HP w2207 22" Widescreen Monitor

First Impressions and Features


First Impressions
It doubles as a serving tray!

The lw2207's arge, brown box arrived via Fed Ex on a Monday, stating "the computer is personal again" and adorned with various pictures and features of the display.  As such, there's really no disguising what's on the inside: a large and possibly expensive monitor.  Indeed, the Fed Ex deliveryman was relieved that we were around to accept the package as he was "wary" about leaving such a package by the door and walking away.

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Inside the box, the monitor was held down tightly by a combination of plastic straps and stryofoam.  Included were a warranty and support guide (covering the monitor for 1 year), a software and documentation CD-ROM, a note with instructions on how to upgrade the MyDisplay 1.2 software, a power cable, a USB cable, an audio cable with green-colored audio jacks, and a analog video cable (although our box did not include one, a DVI-D cable should also be included).  The straps are quickly removed by folding back the flaps without requiring the use of any sharp instruments.  Popping the last strap caused the w2207 to pop up, accordion-like, unfolding into the approximate shape and form of a tray.  Partially used for protecting the screen and partially just good placement, a quick setup guide came taped to the front of the monitor.  Installation, as the guide's map clearly shows, is decidedly simple: unfold the monitor, attach the green-ended cable from the audio out of your PC (typically also color-coordinated green) to the jack underneath, connect the VGA or DVI video cable, and plug it in.

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The styling matches HP's current line of systems, comprised of silvery-blue and black plastic.  Adjustments in height are accomplished by pushing down or straightening out the stand.  There are no adjustments to point the screen to the right or left other than simply turning the stand itself.  Unlike the 30" model from HP that we reviewed in the past, the w2207 does rotate from landscape to portrait mode.  In order to do so, however, the monitor needs to be closed down, nearly back into its original position, rotated, and then straightened out again.  If attempted while upright, the corner of the faceplate will not clear the base or the desk it sits upon.  Alongside the stand are two curved plastic shapes, used to corral cables and reduce desk clutter.  The base itself is wide and slightly indented, providing room for a keyboard, especially the slimmer versions typically included with a system directly ordered from HP.  Should you prefer, you can even mount the W2207 on a wall like a LCD television, creating even more room on your desktop.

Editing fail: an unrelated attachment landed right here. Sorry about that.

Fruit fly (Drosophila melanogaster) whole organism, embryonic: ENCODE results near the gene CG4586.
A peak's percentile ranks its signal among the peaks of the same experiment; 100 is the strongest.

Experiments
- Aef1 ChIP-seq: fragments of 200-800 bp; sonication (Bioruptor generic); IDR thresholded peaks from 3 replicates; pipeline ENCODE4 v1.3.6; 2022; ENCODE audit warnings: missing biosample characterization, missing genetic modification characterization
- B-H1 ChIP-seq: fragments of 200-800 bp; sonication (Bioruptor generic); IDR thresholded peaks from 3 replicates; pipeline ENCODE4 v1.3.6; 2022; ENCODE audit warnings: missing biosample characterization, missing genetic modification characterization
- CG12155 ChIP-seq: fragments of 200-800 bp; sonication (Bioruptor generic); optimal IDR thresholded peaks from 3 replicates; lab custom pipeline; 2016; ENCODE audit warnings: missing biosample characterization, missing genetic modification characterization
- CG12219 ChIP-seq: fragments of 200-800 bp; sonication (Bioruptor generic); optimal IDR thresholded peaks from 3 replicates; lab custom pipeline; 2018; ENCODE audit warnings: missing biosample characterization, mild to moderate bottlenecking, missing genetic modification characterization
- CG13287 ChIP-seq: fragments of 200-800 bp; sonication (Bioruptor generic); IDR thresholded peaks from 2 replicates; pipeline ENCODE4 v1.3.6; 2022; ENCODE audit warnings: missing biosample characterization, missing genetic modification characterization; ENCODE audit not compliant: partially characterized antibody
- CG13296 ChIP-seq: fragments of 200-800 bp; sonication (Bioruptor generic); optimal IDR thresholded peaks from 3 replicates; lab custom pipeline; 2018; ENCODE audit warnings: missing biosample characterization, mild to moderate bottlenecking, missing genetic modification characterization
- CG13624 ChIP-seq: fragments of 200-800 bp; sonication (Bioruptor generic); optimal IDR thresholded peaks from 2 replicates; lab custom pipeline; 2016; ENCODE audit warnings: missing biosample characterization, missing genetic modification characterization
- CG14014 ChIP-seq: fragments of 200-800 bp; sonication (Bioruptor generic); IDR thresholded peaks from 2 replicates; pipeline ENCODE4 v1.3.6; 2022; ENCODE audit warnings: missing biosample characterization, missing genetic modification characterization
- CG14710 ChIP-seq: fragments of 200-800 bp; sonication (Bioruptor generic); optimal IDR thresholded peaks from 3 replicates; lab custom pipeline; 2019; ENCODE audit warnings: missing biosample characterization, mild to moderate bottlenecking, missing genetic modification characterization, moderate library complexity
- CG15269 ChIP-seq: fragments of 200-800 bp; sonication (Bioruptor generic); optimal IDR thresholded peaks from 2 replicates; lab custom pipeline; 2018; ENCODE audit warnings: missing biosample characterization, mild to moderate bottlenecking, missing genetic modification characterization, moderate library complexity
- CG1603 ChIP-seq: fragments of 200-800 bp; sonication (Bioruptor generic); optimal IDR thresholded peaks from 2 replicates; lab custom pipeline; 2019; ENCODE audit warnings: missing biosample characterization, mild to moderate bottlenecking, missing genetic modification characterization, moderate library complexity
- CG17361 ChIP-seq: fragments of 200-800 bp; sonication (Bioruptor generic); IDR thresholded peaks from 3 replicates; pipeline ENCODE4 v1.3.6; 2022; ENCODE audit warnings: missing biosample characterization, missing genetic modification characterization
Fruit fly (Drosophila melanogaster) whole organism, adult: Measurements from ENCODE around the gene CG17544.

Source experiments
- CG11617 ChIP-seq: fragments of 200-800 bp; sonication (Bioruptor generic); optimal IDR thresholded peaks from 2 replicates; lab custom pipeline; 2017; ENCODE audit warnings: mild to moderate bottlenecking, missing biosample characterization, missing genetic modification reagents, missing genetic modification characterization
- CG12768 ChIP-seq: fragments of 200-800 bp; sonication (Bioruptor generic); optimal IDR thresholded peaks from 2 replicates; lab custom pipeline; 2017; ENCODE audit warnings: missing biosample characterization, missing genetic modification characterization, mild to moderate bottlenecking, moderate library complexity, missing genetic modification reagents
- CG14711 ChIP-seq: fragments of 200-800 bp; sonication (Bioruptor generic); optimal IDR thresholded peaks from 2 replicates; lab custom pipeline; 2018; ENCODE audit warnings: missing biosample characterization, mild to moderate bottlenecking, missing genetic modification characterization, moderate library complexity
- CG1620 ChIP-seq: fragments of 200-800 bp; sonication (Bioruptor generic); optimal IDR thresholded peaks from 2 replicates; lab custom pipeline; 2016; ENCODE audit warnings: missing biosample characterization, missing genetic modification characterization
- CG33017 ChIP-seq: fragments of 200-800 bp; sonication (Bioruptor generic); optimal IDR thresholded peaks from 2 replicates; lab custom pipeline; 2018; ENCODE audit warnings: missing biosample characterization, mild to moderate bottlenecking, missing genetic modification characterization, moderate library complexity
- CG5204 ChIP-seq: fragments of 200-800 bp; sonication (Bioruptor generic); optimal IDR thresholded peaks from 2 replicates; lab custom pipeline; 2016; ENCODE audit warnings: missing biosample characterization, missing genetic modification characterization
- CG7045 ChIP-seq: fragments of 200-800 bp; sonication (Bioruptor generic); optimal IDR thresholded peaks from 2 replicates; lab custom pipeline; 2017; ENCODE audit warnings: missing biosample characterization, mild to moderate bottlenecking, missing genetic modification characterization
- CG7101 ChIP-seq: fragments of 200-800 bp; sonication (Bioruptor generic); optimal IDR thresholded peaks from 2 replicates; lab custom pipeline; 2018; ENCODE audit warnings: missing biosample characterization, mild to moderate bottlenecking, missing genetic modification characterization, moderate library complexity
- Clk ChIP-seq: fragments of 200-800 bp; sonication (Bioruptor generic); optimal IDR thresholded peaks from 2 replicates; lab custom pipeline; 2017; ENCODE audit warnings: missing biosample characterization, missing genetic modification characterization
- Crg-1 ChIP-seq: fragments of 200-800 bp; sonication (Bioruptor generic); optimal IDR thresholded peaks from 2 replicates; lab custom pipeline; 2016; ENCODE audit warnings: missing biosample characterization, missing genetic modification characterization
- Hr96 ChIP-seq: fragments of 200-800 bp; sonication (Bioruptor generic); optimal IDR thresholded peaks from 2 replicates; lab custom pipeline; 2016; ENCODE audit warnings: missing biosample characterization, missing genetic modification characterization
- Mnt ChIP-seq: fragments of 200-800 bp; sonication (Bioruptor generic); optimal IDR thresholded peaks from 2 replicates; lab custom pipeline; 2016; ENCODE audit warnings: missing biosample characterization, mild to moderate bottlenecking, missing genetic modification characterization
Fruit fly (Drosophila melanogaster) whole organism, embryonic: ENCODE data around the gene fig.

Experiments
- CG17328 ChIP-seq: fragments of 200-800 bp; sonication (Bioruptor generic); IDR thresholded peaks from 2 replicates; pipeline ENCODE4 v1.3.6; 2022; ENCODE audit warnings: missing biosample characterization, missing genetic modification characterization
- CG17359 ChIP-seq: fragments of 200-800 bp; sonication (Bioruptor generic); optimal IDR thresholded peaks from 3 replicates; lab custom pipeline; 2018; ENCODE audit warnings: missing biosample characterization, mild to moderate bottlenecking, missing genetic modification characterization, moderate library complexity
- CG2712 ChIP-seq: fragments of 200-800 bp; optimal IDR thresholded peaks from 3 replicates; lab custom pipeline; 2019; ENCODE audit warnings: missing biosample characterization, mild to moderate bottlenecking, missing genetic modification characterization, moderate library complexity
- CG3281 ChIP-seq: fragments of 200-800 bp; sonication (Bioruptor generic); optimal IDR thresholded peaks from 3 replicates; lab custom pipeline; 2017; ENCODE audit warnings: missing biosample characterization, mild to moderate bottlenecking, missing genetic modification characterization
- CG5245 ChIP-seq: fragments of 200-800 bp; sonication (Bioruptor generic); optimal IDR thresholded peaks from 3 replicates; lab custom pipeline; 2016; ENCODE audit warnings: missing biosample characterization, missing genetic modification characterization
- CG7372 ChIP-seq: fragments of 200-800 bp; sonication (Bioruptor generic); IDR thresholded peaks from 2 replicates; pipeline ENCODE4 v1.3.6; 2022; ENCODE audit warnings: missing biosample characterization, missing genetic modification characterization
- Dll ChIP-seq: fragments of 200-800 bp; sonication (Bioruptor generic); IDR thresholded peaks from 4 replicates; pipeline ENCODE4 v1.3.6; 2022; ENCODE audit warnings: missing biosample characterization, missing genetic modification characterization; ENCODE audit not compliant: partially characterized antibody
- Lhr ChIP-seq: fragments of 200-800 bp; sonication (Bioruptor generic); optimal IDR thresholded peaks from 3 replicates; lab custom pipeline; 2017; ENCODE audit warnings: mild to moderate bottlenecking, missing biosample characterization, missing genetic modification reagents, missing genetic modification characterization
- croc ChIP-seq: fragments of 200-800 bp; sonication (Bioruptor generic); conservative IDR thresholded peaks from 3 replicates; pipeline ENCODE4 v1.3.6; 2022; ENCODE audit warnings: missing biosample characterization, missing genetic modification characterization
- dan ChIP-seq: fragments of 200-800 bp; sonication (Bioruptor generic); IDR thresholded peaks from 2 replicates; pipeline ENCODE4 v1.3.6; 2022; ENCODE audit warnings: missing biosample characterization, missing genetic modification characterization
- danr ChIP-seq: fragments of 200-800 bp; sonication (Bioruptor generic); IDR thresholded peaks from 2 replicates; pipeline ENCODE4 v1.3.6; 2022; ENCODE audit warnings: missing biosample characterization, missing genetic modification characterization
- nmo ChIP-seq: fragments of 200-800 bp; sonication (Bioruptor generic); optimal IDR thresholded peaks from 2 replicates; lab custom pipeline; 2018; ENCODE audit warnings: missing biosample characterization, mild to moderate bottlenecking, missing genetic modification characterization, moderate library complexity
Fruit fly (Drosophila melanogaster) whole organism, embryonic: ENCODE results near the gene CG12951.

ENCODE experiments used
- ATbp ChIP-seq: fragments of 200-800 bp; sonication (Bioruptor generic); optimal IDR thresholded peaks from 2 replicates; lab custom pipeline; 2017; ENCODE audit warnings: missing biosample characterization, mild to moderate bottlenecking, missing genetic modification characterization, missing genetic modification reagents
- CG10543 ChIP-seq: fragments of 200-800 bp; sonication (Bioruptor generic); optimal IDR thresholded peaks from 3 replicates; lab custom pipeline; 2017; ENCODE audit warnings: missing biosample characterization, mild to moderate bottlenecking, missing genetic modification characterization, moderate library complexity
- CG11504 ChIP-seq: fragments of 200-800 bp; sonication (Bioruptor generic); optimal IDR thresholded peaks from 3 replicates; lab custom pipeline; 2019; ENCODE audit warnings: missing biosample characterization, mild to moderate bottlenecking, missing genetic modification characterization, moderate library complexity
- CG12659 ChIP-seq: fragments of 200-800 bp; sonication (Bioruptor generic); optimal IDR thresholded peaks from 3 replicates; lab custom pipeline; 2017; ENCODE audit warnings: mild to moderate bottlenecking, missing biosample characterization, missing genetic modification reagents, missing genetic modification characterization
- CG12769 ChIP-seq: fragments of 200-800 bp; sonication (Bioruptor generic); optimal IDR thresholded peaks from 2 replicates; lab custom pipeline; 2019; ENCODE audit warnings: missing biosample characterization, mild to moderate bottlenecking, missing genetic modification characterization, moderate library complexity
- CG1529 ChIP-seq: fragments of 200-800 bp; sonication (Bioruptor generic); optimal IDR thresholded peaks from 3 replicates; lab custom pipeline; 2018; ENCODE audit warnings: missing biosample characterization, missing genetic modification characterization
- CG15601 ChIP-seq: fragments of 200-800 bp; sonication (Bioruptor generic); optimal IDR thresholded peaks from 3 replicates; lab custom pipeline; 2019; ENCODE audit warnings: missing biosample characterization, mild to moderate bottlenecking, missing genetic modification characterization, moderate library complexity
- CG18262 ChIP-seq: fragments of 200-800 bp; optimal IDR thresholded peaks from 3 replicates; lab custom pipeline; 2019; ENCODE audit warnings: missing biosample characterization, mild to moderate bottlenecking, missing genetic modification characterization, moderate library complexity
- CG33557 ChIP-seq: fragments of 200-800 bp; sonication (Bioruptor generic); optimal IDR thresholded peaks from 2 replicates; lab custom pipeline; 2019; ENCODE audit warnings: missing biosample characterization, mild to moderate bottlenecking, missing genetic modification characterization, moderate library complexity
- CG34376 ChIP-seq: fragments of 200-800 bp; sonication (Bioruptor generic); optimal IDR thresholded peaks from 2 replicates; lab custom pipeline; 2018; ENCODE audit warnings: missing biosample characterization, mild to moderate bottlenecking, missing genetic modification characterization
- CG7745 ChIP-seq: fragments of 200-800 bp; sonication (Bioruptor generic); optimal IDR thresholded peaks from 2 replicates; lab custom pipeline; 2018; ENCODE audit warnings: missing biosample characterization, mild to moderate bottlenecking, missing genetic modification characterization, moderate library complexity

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A row of buttons adorns the lower right edge of the w2207 and other than HP's logo, there's nothing else that breaks the glossy front surface.  While the BriteView glossiness definitely adds to the overall look of the w2207, and seemingly makes photos and movies even more vibrant, it does also tend to increase glare from light sources behind the user.  Recessed in the upper plastic casing, the power button glows blue while active, and a dull orange while in sleep mode, gently alerting the user that the monitor is still turned on.  The button seemed a tad unresponsive, as we needed to give it a centered push in order to make sure it was actually on or off.  The monitor quickly enters "sleep mode" when not picking up a signal, which we actually found to be a nuisance when working on a system that we were troubleshooting. 

HP w2207 Controls
Definitely digging digital

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Connectivity is direct and simple: choose from either a 15-pin VGA connector or DVI.  Based on its size and price, we might have hoped for S-Video, or even a second DVI port at the least.  Directly to the right and left of the video inputs are a USB connector and audio jack.  The w2207 satisifies more than one need in this regard, as it can be used as a two device USB hub, allowing the user to plug in two USB 1.1/2.0 devices into ports placed along the left side.  The audio input also allows music or other sounds to play through the tiny speakers built into the w2207. 

The built-in menu offers the following options: Mode Switch (VGA or DVI), Brightness, Contrast, Image Control, QuickView (which mirrors the options found in the MyDisplay utility that accompanies the w2207), Language, Information, Management, and a Factory Reset option.  Most of these are straight-forward, so that selecting Brightness allows the user to raise or lower the level by hitting the + or - buttons until they find the setting that works for them.  Information is interesting, if only from a support perspective.  It displays current and recommended resolutions, the serial number and version of the w2207, as well as how many hours that the backlight has been on.


Management has, by far, the most options of any monitor we can think of.  Volume Control is used to raise or lower the volume on the built-in speakers, but these are way too weak for anything other than system sounds, and one would be better off buying standalone speakers rather than settling for the ones in the w2207.  Not to mention that it seems that a more direct control of the volume, even by a simple dial, would be much more intuitive and a quicker solution than pulling up the OSD, going to management, selecting volume, and hitting the plus or minus buttons.  Other, more useful choices, include OSD positioning and transparency, allowing the menu to be moved out of the way or made see-through, and toggles for enabling power-saving mode and/or the power status LED. 

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